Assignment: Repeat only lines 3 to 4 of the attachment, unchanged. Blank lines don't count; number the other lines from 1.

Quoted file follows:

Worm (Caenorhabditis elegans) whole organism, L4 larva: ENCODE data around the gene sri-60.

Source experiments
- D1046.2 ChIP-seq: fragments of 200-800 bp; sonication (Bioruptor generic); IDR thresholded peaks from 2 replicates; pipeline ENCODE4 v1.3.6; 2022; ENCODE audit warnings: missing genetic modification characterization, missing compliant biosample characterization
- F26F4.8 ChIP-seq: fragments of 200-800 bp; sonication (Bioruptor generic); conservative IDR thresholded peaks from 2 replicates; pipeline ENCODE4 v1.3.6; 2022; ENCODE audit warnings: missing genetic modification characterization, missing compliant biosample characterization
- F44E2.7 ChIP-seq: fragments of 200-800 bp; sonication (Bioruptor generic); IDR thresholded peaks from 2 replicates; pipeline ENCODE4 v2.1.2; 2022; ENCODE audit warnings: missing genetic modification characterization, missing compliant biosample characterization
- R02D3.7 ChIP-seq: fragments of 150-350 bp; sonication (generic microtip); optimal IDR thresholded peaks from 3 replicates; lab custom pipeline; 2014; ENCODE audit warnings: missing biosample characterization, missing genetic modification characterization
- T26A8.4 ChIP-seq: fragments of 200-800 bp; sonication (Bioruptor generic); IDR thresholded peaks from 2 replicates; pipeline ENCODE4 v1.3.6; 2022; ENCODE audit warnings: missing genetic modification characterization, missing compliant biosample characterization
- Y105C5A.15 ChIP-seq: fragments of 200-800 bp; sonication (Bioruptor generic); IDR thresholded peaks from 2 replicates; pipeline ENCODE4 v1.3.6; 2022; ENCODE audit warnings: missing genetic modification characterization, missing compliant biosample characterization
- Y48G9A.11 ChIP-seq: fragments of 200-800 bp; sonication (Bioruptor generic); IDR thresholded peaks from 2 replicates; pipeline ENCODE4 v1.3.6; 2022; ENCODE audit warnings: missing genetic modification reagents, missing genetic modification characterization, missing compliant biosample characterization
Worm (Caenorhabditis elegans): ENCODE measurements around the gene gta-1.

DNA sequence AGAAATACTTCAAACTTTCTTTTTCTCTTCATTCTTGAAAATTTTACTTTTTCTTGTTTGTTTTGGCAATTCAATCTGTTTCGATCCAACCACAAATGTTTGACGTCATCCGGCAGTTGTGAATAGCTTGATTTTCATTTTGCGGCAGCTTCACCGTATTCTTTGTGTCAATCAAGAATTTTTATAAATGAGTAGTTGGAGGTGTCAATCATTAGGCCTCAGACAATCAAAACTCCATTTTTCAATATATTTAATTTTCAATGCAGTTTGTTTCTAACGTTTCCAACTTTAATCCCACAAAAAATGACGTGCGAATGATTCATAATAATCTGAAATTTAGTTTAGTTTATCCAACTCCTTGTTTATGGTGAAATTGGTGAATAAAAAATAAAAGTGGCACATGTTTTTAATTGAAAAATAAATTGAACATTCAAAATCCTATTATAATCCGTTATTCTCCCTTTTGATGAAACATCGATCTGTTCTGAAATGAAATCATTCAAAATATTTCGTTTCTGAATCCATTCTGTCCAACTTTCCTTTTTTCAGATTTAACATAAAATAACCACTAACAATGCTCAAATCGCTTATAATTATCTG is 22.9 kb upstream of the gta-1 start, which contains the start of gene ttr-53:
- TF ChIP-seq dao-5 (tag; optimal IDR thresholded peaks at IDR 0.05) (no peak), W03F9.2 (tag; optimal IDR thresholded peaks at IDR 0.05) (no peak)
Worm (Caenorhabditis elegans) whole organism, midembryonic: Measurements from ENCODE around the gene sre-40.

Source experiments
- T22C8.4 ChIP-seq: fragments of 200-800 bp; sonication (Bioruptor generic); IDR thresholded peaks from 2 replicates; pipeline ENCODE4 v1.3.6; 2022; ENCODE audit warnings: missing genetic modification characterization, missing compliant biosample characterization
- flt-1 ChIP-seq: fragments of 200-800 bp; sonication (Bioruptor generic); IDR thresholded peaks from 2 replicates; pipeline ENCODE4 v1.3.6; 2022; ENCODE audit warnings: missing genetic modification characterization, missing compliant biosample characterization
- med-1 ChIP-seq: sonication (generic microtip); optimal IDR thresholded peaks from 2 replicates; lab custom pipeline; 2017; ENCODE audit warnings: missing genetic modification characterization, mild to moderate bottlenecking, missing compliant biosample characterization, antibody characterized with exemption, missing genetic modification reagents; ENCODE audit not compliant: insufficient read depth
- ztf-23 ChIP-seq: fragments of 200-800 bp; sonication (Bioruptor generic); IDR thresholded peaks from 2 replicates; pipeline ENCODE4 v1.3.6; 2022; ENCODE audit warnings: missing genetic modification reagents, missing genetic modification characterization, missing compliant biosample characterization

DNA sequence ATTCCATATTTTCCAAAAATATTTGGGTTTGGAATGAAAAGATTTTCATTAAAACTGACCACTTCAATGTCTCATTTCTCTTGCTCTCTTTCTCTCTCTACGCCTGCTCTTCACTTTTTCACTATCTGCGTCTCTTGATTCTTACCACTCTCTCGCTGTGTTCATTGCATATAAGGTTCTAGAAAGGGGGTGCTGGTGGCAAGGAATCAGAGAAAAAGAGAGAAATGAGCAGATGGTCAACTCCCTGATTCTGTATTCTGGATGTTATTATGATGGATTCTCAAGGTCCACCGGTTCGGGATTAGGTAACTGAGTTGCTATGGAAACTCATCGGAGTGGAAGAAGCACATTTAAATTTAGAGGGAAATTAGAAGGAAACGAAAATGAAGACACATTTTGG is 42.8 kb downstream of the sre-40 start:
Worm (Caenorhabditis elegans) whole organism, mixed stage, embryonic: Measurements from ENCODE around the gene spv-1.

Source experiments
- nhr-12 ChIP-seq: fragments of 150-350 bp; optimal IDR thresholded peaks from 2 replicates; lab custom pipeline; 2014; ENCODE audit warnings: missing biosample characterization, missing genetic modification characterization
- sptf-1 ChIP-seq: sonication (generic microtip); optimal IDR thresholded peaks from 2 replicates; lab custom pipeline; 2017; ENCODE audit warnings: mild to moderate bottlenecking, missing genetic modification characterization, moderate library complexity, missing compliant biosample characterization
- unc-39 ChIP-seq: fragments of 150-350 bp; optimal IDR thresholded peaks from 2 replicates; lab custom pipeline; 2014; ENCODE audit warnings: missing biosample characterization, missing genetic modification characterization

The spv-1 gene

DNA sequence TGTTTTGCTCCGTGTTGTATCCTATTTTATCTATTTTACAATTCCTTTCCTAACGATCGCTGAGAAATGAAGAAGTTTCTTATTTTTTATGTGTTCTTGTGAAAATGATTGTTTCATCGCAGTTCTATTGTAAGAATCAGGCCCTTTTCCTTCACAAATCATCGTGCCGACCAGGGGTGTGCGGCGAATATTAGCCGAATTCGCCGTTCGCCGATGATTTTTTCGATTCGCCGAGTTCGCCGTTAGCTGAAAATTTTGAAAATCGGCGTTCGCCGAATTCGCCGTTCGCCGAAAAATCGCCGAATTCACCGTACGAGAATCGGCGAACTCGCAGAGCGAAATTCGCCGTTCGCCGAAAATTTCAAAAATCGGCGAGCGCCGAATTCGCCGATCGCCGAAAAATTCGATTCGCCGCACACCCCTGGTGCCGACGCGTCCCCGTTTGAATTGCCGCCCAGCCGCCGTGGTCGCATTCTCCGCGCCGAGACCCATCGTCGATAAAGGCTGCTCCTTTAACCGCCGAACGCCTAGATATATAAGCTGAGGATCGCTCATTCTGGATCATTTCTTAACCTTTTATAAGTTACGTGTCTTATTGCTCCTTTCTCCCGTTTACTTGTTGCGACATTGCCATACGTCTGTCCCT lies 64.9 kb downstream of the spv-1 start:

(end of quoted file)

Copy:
- D1046.2 ChIP-seq: fragments of 200-800 bp; sonication (Bioruptor generic); IDR thresholded peaks from 2 replicates; pipeline ENCODE4 v1.3.6; 2022; ENCODE audit warnings: missing genetic modification characterization, missing compliant biosample characterization
- F26F4.8 ChIP-seq: fragments of 200-800 bp; sonication (Bioruptor generic); conservative IDR thresholded peaks from 2 replicates; pipeline ENCODE4 v1.3.6; 2022; ENCODE audit warnings: missing genetic modification characterization, missing compliant biosample characterization